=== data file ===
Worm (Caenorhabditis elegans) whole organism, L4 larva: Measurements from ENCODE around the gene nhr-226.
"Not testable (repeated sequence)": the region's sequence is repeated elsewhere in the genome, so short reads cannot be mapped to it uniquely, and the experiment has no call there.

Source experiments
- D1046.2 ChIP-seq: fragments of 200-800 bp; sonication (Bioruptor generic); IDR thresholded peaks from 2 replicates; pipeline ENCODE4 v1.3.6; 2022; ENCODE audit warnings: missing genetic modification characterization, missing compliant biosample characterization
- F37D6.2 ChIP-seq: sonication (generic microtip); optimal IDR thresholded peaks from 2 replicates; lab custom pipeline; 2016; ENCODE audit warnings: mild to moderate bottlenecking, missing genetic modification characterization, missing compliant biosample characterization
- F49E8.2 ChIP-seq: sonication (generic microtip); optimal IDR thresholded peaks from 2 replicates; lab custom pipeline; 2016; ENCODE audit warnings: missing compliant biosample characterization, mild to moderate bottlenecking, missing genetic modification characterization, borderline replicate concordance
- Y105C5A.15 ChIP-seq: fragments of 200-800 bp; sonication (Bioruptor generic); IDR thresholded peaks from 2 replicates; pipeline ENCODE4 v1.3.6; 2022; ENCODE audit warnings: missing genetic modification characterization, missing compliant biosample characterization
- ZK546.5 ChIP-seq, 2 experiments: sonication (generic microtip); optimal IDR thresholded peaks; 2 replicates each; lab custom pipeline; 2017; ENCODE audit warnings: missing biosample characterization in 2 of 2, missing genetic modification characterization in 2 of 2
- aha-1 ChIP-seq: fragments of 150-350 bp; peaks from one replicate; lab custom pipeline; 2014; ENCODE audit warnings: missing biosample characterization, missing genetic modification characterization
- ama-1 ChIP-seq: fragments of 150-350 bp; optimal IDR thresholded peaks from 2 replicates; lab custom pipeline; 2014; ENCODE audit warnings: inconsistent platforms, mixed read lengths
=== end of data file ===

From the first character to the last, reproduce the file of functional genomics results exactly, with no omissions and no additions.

Worm (Caenorhabditis elegans) whole organism, L4 larva: Measurements from ENCODE around the gene nhr-226.
"Not testable (repeated sequence)": the region's sequence is repeated elsewhere in the genome, so short reads cannot be mapped to it uniquely, and the experiment has no call there.

Source experiments
- D1046.2 ChIP-seq: fragments of 200-800 bp; sonication (Bioruptor generic); IDR thresholded peaks from 2 replicates; pipeline ENCODE4 v1.3.6; 2022; ENCODE audit warnings: missing genetic modification characterization, missing compliant biosample characterization
- F37D6.2 ChIP-seq: sonication (generic microtip); optimal IDR thresholded peaks from 2 replicates; lab custom pipeline; 2016; ENCODE audit warnings: mild to moderate bottlenecking, missing genetic modification characterization, missing compliant biosample characterization
- F49E8.2 ChIP-seq: sonication (generic microtip); optimal IDR thresholded peaks from 2 replicates; lab custom pipeline; 2016; ENCODE audit warnings: missing compliant biosample characterization, mild to moderate bottlenecking, missing genetic modification characterization, borderline replicate concordance
- Y105C5A.15 ChIP-seq: fragments of 200-800 bp; sonication (Bioruptor generic); IDR thresholded peaks from 2 replicates; pipeline ENCODE4 v1.3.6; 2022; ENCODE audit warnings: missing genetic modification characterization, missing compliant biosample characterization
- ZK546.5 ChIP-seq, 2 experiments: sonication (generic microtip); optimal IDR thresholded peaks; 2 replicates each; lab custom pipeline; 2017; ENCODE audit warnings: missing biosample characterization in 2 of 2, missing genetic modification characterization in 2 of 2
- aha-1 ChIP-seq: fragments of 150-350 bp; peaks from one replicate; lab custom pipeline; 2014; ENCODE audit warnings: missing biosample characterization, missing genetic modification characterization
- ama-1 ChIP-seq: fragments of 150-350 bp; optimal IDR thresholded peaks from 2 replicates; lab custom pipeline; 2014; ENCODE audit warnings: inconsistent platforms, mixed read lengths